It is possible that phonological processing in sign language is specifically related to the sensorimotor characteristics of the language signal only when participants can access meaning in the stimuli. To evaluate if handshape and location were processed differently for stimuli with different semantic and phonological structure, we assessed the interactions between Task and Stimulus type in the deaf signers group. No significant interactions were found (p < .05 corrected at peak or cluster level).

DISCUSSION

Our study characterized the neural processing of phonological parameters in visual language stimuli with different levels of linguistic structure. Our aim was to determine if the neural processing of phonologically relevant parameters is modulated by the sensorimotor characteristics of the language signal. Here we show that handshape and location are processed by different sensorimotor areas; however, when linguistic information is extracted, both these phonologically relevant parameters of sign language are processed in the same language regions. Semantic content does not seem to have an influence on phoneme monitoring in sign language, but phonological structure does. This was reflected by nonsigns causing a stronger activation of the SMG, an area involved in phonological function, only in deaf signers; this suggests that neural demands for linguistic processing are higher when stimuli are less coherent or have a less familiar structure. Our results also show that the identity of the brain regions recruited for the processing of signed stimuli depends on participants' hearing status and their sign language knowledge: Differential activations were observed in the superior temporal cortex for deaf signers, in posterior middle temporal gyrus for deaf nonsigners, and in occipital and parietal regions for hearing nonsigners. Furthermore, nonsigns also activated more strongly an action observation network in all participants, independently of their knowledge of sign language, probably reflecting a general increase in processing demands on the system.

The Superior Temporal Cortex Is Activated in Deaf Signers for the Monitoring of Handshape and Location, Independently of the Linguistic Content of the Stimuli

Monitoring handshape and location recruited bilateral STC in deaf signers, but not in either the hearing or deaf nonsigners. In a previous report (Cardin et al., 2013), we showed that activations elicited by sign language stimuli in the left STC of congenitally deaf individuals have a linguistic origin and are shaped by sign language experience, whereas, in contrast, the right STC shows activations assigned to both linguistic and general visuospatial processing, the latter being an effect of life-long plastic reorganization due to sensory deprivation. Here we extend these findings by showing that deaf native signers, but not the other groups, recruit the right and left STC for the processing of manual actions with potential communicative content, independently of the lack of meaning or the violation of phonological rules. This is in agreement with previous literature showing that the left IFG and middle and superior temporal regions are activated during observation of meaningless gestural strings (MacSweeney et al., 2004) or American Sign Language (ASL) pseudosigns (Emmorey, Xu, & Braun, 2011; Buchsbaum et al., 2005). The direct comparison of groups demonstrates that the effect in regions differentially recruited in deaf signers is due to sign language knowledge and not due to differences in hearing status. These results may seem at odds with MacSweeney et al. (2004), where similar neural responses were found for nonsigning groups in temporal cortices. However, given that signing and nonsigning groups were not directly contrasted in that study, it was not clear whether signers may have recruited perisylvian language regions to a greater extent.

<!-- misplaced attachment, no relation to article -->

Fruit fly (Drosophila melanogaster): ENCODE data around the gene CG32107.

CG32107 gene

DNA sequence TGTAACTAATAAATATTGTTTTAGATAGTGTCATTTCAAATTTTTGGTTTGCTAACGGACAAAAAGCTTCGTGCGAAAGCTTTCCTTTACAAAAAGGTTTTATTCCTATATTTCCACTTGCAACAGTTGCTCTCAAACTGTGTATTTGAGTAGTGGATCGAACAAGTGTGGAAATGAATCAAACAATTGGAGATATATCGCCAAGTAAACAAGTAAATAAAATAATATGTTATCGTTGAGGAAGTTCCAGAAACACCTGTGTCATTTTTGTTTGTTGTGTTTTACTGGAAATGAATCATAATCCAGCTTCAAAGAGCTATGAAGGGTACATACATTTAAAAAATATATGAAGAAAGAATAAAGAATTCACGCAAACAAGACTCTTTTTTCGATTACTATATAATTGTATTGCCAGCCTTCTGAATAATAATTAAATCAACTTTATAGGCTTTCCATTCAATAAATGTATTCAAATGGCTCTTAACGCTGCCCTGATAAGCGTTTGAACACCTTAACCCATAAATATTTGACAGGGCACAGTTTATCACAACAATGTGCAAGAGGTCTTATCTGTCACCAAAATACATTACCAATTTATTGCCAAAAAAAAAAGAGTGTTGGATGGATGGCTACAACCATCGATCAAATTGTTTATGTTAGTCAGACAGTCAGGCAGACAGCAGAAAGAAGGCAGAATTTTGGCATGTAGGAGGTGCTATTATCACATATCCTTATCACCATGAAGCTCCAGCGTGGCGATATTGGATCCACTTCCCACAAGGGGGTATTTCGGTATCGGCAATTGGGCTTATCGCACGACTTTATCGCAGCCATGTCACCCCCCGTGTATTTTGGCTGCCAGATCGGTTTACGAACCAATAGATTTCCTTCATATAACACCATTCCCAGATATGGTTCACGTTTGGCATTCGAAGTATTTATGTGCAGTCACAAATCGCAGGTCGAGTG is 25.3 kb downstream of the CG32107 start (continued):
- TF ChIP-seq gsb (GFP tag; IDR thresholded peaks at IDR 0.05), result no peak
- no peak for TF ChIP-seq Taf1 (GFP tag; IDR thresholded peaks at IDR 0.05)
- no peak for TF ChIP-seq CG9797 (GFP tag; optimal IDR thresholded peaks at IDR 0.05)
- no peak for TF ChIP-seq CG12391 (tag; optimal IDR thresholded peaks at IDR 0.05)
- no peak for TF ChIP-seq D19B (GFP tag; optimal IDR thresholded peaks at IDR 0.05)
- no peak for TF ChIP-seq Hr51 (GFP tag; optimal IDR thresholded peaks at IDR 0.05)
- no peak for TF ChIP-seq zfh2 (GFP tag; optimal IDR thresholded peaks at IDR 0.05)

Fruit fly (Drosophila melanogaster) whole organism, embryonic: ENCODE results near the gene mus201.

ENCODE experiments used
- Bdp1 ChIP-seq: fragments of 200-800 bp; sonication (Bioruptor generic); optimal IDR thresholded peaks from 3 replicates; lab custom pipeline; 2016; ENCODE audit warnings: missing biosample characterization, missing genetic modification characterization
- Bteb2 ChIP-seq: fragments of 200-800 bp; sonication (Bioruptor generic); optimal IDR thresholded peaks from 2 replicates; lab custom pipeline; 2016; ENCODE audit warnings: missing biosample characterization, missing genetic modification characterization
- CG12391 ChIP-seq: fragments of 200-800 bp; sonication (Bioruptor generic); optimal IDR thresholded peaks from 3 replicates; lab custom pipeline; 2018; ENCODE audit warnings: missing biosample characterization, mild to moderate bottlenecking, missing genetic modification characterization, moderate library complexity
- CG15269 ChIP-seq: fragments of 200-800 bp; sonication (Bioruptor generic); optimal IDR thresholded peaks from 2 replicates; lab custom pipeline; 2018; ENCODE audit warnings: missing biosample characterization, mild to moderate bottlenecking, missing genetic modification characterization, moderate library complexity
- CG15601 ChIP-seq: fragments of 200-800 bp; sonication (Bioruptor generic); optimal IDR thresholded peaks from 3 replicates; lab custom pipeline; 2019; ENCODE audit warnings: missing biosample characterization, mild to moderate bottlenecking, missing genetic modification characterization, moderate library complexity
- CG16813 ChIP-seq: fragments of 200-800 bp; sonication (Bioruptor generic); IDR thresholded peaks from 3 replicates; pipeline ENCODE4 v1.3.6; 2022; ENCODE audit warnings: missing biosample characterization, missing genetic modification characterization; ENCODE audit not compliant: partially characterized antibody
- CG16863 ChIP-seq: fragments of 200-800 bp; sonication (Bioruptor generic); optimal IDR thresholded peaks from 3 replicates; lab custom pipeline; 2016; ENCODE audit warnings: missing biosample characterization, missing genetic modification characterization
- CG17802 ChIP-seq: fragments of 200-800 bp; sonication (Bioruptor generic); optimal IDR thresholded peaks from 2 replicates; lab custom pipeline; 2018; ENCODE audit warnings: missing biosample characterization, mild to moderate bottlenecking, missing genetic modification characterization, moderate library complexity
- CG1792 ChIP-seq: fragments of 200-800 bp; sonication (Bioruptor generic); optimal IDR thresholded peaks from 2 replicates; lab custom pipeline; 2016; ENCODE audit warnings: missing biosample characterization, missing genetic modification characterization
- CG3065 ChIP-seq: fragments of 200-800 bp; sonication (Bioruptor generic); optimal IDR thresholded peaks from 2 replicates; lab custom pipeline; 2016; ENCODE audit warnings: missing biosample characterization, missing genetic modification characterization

Handshape and Location Are Processed by Different Perceptual Networks, but the Same Linguistic Network

SL phonology relates to patterning of handshape and hand location in relation to the body and hand movement with regard to the actively signing hand (Emmorey, 2002). However, although the semantic level of language processing can be understood in similar ways for sign and speech, the phonological level of language processing may be specifically related to the sensorimotor characteristics of the language signal. Although it has been shown that the neural network supporting phonological processing is to some extent supramodal (MacSweeney, Waters, et al., 2008), the processing of different phonological components, such as handshape and location, could recruit distinct networks, at least partially. Here we show that different phonological components of sign languages are indeed processed by separate sensorimotor networks, but that both components recruit the same language-processing regions when linguistic information is extracted. In deaf signers, the extraction of handshape and hand location in sign-based material did evoke implicit linguistic processing mechanisms, shown by the specific recruitment of STC for each of these tasks only in this group. However, this neural effect was not reflected on performance. Furthermore, the interaction between group and task did not result in any significantly activated voxel, suggesting that phonological processing in SL is not related to specific sensorimotor characteristics of the signal. Differences between the handshape and the location tasks were observed in all the experimental groups, independently of their SL knowledge or hearing status, suggesting that the differences are related to basic perceptual processing of the stimuli or task-specific demands. Specifically, extracting handshape recruits ventral visual regions involved in object recognition, such as the fusiform gyrus and the inferior temporal gyrus, and dorsal parietal regions involved in mental rotation of objects (Bracci et al., 2010; Op de Beeck et al., 2010; Wilson & Farah, 2006; Koshino, Carpenter, Keller, & Just, 2005). The location task resulted in the activation of dorsal areas such as the angular gyrus and the precuneus, as well as prefrontal areas, involved in the perception of space, localization of body parts, self-monitoring, and reorientation of spatial attention (Chen, Weidner, Vossel, Weiss, & Fink, 2012; Felician et al., 2009; Kelley et al., 2002).